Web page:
It’s the new development in the federal trial against the supporters of the Bunkerville rancher.

On Thursday, interviews were played of three defendants recorded for what they thought was a documentary called “America Reloaded.”

The interviews turned out to be a part of the federal case against them because the film crew was made up of undercover FBI agents.

During the interview with defendant Gregory Burleson, he said he was ready to kill federal agents, that he helped organize the standoff against them and showed up with guns and ammunition, and was disappointed things ended without blood.

Burleson was also recorded saying he wanted to put federal agents six feet under because he believed they were breaking the law and abusing their authority.

It was revealed in court earlier this week, Burleson had previously been a paid FBI informant.

Crucial questions that Burleson’s co-defendants and their defense attorneys undoubtedly will be seeking answers to include: Precisely when was Burleson employed by the FBI (and possibly other agencies) as an informant? How much he was paid?  Who directed/handled him? Under what instructions/directives did he operate? Why did they turn on him? There is also the very serious issue of potential violation of attorney-client privilege, since Burleson and his counsel were present at the defense planning meetings with the other defendants and their attorneys, and could have transmitted information from those meetings to the government prosecutors.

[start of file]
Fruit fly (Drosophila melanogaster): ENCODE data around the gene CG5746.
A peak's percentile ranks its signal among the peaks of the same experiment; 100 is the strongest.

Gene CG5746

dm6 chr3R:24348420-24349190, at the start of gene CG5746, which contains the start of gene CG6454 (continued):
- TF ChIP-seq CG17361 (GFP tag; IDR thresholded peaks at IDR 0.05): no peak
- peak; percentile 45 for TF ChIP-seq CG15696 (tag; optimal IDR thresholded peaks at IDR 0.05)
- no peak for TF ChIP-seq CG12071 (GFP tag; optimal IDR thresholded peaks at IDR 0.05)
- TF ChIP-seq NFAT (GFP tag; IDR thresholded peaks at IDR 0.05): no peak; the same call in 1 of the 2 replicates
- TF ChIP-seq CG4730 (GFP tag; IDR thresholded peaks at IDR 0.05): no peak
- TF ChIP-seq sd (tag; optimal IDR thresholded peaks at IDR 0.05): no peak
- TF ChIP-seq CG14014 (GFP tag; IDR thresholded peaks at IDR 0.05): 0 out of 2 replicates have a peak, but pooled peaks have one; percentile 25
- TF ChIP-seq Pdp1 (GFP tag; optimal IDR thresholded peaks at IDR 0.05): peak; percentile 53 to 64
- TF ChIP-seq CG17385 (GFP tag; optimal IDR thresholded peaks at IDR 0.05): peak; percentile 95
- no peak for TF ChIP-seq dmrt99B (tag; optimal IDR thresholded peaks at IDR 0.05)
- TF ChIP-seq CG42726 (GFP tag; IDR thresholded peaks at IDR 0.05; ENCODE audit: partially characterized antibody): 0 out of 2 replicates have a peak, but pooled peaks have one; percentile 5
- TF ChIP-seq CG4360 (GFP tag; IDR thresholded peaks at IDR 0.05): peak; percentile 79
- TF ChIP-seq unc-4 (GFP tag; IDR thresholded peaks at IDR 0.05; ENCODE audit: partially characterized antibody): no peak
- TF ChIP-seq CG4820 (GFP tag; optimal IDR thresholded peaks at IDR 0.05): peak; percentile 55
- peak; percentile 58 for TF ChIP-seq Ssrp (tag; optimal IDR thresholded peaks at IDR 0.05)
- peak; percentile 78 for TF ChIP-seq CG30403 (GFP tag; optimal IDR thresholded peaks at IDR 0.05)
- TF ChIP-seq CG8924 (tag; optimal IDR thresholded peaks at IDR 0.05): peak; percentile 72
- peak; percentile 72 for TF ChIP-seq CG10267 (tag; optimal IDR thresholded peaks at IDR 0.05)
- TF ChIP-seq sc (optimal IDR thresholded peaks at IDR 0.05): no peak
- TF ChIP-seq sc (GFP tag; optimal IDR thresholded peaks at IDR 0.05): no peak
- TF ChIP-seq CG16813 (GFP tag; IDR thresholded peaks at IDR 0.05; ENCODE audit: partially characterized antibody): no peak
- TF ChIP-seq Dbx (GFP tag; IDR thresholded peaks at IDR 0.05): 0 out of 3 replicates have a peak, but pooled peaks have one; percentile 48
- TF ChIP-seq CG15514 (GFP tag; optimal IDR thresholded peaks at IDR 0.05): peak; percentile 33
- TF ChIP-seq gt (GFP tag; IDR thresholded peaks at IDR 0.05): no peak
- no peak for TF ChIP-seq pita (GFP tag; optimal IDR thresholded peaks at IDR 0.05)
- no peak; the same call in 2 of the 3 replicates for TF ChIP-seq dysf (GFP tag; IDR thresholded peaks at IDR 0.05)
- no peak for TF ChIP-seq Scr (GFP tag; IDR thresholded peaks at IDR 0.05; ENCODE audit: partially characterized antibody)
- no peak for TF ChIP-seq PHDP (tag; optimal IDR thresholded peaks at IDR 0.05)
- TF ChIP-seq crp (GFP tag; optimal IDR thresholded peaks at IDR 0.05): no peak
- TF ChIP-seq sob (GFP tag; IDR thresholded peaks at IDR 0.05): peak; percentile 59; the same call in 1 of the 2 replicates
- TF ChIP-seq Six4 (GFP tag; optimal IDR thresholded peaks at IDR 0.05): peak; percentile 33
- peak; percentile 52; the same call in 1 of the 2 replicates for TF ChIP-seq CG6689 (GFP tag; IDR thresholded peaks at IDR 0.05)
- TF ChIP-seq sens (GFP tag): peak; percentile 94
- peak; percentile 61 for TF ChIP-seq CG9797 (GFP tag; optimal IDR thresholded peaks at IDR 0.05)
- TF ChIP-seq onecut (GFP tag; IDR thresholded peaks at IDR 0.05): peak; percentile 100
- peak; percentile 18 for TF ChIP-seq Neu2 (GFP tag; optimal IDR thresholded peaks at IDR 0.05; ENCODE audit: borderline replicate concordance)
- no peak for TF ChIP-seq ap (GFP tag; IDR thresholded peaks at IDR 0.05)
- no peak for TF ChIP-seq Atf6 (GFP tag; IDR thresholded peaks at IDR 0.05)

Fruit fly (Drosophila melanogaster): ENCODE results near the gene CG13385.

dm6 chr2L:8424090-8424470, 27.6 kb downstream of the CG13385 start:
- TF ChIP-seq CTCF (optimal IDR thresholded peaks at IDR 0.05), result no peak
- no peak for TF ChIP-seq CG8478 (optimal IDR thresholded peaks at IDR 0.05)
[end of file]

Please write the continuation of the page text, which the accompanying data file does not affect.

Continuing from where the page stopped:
Photo shows supporter of defendants outside federal courthouse in Las Vegas, April 24, 2017: AP Images

Related articles:

Cliven Bundy Charged With Conspiracy. What About the Court Charge of Conspiracy by BLM? 

Not Guilty! Prosecutors Stunned — 7 Defendants in Oregon Standoff Trial Acquitted 

War on the West: Why More Bundy Standoffs Are Coming

Questions Raised About Senator Reid’s Connection to Bundy Ranch Dispute

Last Man Standing: Nevada Ranch Family in Fedgov Face-off

Bundy’s Case: Feds Do Not Own the Land Where His Cattle Graze

BLM’s Seizure of Nevada Rancher’s Land Rights Unconstitutional

Monumental Audacity — Obama Grabs Huge Western Lands by Executive Order 

LaVoy Finicum’s Family: New Video Release Shows Police/FBI Shooting Was “Murder”

A Handbook for Ranch ManagersLand & Livestock International, Inc is offering a “Free” week-long ranch manageme nt-planned grazing seminar-workshop.

What follows is a business model we have been following that has worked very well for us and for our clientele.

Planned Grazing: A Study Guide and Reference ManualWe are seeking individual ranchers to sponsor/host workshops. The sponsor/host (and spouse or key employee) get the training at his/her ranch for no charge. This is an extra special benefit to the host as his/her land will be used for the “lab” work and hands on demonstrations. This provides a great start in the implementation of his/her program.

Environmental & Natural Resource Economics: The Austrian ViewIn return, he/she takes care of the logistics involved in putting on the event. This includes arranging for the venue, booking a block of rooms for lodging, arranging for meals (if any), putting out the advertising, setting and collecting the fees and so forth.

We are then responsible for putting on the workshop.